Article I. Discrimination 

FREEDOM: Every aspect of university life should be free from discrimination because of race religion, color, ancestry, national origin, sex or sexual preference. Student housing organizations, athletics, classes and community facilities should be open to all who desire to participate.

In her testimony Dr. McNairy drew attention to Article XI, which is the only article in the “Student’s Bill of Rights and Responsibilities” that specifically discusses student academic freedom rights in the classroom:

Dr. McNairy: In particular, Article XI of the “Student’s Bill of Rights and Responsibilities” in the section entitled “In the Classroom” addresses the issue of academic freedom as follows: “Students should be free to express their thoughts and positions on all issues pertaining to curricular material being presented in the classroom.” This is an admirable policy, but the document does not contain the grievance process to be used if a student feels such rights have been violated. For this reason, it may be necessary to include a statement directing students to the location of a grievance process that can be used to file an academic freedom complaint if such rights are violated. 

Does indoctrination occur? The following sentence appears in the course description of a Millersville University sociology course, available on the university website: “Given these premises, this course is dedicated not to whether or not these theorists and participants in social movements are right or wrong in some kind of objective sense, but instead is dedicated to understanding the importance of changing the American social structure to bring about new forms of social justice, and to understanding the relationship between social theory and social praxis.”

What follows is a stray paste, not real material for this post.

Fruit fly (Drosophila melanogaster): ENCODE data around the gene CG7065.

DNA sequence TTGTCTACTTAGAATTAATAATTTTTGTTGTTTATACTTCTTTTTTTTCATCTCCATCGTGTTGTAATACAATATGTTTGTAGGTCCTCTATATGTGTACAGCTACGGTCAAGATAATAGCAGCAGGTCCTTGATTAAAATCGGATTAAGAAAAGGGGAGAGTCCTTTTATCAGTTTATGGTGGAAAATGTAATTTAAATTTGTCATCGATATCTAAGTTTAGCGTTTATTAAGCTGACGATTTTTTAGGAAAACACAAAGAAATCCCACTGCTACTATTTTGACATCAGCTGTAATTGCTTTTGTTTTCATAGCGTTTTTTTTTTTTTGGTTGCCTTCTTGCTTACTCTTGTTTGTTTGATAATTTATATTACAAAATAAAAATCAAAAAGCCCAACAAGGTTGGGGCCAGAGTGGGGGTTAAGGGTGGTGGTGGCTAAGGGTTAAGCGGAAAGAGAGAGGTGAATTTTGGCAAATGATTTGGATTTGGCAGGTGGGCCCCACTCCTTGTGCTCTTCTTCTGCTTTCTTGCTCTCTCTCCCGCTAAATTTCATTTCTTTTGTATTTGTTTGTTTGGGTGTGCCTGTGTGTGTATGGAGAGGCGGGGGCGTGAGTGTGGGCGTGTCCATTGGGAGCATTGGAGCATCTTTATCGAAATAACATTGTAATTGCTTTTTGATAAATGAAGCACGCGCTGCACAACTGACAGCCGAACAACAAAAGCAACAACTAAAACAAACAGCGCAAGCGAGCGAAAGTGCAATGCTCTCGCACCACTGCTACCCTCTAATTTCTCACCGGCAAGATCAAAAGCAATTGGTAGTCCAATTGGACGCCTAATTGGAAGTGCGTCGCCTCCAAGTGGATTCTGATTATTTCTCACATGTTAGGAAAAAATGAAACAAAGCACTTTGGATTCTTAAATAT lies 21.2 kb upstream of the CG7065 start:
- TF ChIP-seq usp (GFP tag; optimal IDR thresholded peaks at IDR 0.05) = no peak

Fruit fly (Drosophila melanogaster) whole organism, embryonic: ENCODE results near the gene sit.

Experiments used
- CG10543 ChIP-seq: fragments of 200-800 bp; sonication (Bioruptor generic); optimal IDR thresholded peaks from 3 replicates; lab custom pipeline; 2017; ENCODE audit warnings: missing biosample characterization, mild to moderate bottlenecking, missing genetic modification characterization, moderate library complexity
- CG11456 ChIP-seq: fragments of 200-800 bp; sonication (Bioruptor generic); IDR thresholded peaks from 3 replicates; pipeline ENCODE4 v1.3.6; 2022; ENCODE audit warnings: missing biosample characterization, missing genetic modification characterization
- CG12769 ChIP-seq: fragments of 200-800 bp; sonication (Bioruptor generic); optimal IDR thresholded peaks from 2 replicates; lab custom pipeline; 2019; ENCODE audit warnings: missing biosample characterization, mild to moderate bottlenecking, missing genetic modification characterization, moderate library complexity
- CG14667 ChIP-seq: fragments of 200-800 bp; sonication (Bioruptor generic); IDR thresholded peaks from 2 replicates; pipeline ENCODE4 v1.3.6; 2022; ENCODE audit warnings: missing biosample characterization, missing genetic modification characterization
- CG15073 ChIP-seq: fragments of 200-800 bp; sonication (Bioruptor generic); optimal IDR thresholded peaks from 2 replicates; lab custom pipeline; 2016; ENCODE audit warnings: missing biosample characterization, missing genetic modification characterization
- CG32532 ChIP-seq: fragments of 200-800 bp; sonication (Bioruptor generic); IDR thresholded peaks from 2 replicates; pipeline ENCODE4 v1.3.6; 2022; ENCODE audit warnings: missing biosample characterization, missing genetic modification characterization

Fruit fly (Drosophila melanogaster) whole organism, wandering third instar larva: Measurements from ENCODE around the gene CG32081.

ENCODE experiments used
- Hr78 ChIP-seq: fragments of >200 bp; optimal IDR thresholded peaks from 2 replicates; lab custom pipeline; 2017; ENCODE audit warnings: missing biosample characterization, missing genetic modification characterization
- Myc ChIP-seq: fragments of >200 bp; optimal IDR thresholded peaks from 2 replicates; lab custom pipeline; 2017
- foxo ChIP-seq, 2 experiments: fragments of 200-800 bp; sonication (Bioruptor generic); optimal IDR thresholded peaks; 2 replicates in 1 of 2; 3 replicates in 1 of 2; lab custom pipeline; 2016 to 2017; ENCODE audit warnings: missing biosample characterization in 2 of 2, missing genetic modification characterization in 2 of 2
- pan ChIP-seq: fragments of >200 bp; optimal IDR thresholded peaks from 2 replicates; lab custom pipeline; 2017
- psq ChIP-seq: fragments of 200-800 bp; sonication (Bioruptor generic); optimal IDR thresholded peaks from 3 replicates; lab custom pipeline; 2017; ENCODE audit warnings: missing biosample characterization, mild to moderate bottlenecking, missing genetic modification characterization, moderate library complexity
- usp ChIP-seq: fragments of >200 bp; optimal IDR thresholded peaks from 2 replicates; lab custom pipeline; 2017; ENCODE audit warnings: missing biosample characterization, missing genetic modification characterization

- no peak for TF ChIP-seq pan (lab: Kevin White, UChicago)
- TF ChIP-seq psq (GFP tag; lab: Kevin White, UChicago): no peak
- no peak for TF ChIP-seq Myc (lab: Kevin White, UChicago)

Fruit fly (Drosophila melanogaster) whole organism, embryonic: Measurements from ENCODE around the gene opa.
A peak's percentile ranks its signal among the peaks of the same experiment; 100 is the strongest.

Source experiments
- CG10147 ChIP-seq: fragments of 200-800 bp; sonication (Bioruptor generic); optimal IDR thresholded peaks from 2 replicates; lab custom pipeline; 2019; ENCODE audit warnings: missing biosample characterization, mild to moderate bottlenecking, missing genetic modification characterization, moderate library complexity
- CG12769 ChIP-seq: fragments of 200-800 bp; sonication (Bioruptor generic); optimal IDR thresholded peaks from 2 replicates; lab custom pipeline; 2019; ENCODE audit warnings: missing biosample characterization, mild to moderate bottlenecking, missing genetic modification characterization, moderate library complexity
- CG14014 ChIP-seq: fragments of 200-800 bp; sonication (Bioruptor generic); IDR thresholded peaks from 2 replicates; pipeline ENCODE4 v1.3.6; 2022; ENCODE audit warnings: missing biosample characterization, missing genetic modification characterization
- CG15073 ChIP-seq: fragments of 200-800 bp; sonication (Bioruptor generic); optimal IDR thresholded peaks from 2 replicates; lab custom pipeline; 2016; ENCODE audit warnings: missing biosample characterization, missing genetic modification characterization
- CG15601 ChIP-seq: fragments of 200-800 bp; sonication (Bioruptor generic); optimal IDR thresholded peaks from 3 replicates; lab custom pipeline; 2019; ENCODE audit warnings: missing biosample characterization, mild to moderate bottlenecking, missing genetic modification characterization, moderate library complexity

The instructor’s dismissal of objectivity, and the commitment of his course to a political agenda of radical social change is hardly in keeping with academic freedom principles, such as Penn State’s admonition that, “In giving instruction upon controversial matters the faculty member is expected to be of a fair and judicial mind, and to set forth justly, without supersession or innuendo, the divergent opinions of other investigators.” 

Nor is it compatible with this classic statement of Robert Gordon Sproul, longtime president of the University of California: “The function of the university is to seek and to transmit knowledge and to train students in the process whereby truth is to be made known. To convert or to make converts is alien and hostile to this dispassionate duty. Where it becomes social, or sectarian movements, they are dissected and examined, not taught, and the conclusion left, with no tipping of the scales, to the logic of the facts…”